I currently get 4.5 mph off a NEMA 5-20. However, that's at an abysmally low efficiency of 79%. If the 3rd gen battery/charger can solve these efficiency issues, then you can get an appreciable charge rate. My napkin math shows if Tesla can achieve 95% efficiency with 215Wh/mi then the charge rate will be ~8 mph. There is another reason why this is important, because with the Model 3 release Tesla will be adding significant amounts of battery storage to the grid. It makes sense for this battery storage to be plugged in during sunlight hours, when people are at work. Installing NEMA 5-20's for many parking spots is much easier and cheaper than installing EVSE's everywhere.

Battery storage? You're not making much sense. Depleting the battery so people can't get home at the end of the day. Increasing the wear and tear on the battery causing degredation.

Why would you not be able to get home at the end of the day after charging all day basically on solar power? There are two problems, increasing solar power without the ability to store it, and increased load on the grid from charging cars. Of course if you do them at the same time there isn't a problem. You're thinking of something else.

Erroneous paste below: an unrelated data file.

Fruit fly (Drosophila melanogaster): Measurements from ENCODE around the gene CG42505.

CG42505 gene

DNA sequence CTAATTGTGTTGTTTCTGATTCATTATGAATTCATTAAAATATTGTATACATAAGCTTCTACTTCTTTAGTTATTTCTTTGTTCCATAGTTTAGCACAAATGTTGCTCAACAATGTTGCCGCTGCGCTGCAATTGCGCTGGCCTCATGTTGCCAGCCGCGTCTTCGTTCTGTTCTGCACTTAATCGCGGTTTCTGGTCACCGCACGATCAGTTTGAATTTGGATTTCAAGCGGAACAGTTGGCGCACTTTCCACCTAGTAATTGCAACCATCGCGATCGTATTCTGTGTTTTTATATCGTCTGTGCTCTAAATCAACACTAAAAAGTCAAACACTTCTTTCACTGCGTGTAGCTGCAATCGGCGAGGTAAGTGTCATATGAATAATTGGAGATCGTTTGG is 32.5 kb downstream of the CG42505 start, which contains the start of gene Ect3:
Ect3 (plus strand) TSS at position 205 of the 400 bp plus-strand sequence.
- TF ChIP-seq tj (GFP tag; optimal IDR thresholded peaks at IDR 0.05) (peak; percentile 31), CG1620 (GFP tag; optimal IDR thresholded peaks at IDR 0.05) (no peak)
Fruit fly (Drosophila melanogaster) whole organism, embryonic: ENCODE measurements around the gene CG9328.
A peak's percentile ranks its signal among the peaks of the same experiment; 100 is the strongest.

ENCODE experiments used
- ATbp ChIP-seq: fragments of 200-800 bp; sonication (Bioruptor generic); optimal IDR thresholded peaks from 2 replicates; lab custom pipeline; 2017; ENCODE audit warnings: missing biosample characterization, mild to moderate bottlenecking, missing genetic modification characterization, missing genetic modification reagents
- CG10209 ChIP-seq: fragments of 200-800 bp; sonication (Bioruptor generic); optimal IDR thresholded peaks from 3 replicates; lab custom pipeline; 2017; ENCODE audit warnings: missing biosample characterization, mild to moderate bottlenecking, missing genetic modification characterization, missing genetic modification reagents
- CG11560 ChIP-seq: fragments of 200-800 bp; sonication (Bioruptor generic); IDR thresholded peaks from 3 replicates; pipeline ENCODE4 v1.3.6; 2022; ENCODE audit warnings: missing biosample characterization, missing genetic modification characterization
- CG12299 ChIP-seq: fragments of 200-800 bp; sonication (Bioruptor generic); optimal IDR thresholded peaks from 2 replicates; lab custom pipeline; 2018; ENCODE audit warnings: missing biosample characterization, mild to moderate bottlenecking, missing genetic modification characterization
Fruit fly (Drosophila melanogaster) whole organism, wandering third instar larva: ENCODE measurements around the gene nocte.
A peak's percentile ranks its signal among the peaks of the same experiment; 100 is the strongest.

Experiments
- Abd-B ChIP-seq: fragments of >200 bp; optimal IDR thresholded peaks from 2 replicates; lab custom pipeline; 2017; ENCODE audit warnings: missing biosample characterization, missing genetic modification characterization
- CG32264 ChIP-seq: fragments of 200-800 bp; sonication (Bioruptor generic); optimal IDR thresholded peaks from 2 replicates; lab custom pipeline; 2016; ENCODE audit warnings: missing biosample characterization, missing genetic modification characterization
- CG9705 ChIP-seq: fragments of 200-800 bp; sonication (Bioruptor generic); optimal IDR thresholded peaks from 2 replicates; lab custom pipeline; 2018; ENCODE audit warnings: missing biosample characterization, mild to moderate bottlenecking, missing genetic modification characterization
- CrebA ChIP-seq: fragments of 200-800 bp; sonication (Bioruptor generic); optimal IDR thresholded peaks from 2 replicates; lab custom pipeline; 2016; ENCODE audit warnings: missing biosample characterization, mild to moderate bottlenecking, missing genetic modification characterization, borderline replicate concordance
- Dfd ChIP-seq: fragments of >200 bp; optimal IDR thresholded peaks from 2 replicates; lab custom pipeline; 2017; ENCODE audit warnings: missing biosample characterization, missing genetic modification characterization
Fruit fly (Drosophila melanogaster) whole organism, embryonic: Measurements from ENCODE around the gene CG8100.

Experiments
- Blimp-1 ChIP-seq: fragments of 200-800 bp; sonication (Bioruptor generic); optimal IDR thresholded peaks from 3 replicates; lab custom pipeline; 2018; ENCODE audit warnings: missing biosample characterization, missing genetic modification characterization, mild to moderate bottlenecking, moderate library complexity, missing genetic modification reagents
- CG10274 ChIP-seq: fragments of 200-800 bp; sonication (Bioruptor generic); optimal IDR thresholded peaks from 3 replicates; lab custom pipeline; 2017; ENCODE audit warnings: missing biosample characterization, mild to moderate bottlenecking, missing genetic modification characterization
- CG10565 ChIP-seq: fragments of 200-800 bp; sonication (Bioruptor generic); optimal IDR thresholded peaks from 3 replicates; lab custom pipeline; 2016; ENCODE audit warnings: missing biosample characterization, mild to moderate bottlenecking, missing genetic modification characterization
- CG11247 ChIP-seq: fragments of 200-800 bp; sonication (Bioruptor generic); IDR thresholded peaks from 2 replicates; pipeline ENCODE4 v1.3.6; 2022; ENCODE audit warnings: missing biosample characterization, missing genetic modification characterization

^ I agree- I was wondering initially what this was all about and am still lost on the battery storage concept. I guess the charging concept is that the current 110V charge is slow at 4.5 miles added per charge hour. So a 12 hour charge results in about 54 miles of range being added to the Tesla. If Tesla were to improve the efficiency, it could become 96 miles per 12 hour charge or just under 1/2 the M3's projected range. Even with the 'efficient' charging in place, I think most people will want to go with the 220V charge option- it did not take me very long with our Nissan Leaf to go that way. The M3 makes it even more compelling since you will have an even bigger battery to charge.

Just saw the additional info now- so the 110V would be sort of a trickle charge idea for keeping the energy grid healthy? It would not solve the other problem about having a real charging solution for anybody with a long daily commute.